Consumers who have asked me whether they should give their zip code at the register have been getting bad advice! I was under the misimpression that zip-level data was only being collected for demographic research purposes (to determine where stores should be located, and advertising directed, on a mass scale) and thus said that no harm came from revealing the zip. No longer. Here’s a summary of data practices at William Sonoma, according to a recent California case (Pineda v. Williams-Sonoma Stores Inc., Cal. Ct. App., 4th Dist., No. D054355). Giving the zip code allows the store to “enhance” the information they already have about your (your name from the credit card) and determine your home address:
Jessica Pineda visited a store in California owned by Williams-Sonoma Stores, Inc. (the Store) and selected an item to purchase. She then went to the cashier to pay for the item with her credit card. The cashier asked for her zip code, but did not tell her the consequences if she declined to provide the information. Believing that she was required to provide her zip code to complete the transaction, Pineda provided the information. The cashier recorded it into the electronic cash register and then completed the transaction. At the end of the transaction, the Store had Pineda’s credit card number, name and zip code recorded in its databases.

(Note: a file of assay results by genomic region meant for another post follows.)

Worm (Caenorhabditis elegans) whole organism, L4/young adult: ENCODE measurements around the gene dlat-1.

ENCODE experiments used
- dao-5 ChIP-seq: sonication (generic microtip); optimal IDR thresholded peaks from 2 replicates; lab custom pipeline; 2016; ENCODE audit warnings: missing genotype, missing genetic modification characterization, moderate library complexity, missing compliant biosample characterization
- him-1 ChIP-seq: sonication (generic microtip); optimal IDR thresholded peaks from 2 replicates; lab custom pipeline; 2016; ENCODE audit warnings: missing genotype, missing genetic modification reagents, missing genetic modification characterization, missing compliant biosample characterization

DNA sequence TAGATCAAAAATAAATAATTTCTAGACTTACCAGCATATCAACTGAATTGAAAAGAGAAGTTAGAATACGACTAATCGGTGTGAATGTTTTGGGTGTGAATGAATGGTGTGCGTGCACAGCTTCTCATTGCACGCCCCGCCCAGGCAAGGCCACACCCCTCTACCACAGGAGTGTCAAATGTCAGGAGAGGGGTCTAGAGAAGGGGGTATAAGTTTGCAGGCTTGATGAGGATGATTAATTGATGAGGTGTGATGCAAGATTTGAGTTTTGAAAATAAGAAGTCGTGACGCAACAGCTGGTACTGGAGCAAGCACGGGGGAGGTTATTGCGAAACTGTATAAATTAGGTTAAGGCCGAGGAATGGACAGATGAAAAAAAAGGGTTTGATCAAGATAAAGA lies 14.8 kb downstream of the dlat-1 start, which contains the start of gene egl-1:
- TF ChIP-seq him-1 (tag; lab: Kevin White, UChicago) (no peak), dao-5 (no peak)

After acquiring this information, the Store used customized computer software to perform reverse searches from databases that contain millions of names, e-mail addresses, residential telephone numbers and residential addresses, and are indexed in a manner that resembles a reverse telephone book. The Store’s software then matched Pineda’s now-known name, zip code or other personal information with her previously unknown address, thereby giving the Store access to her name and address.
So, when they ask for your zip code, say no, or to have fun, give them the zip code of the White House: 20500.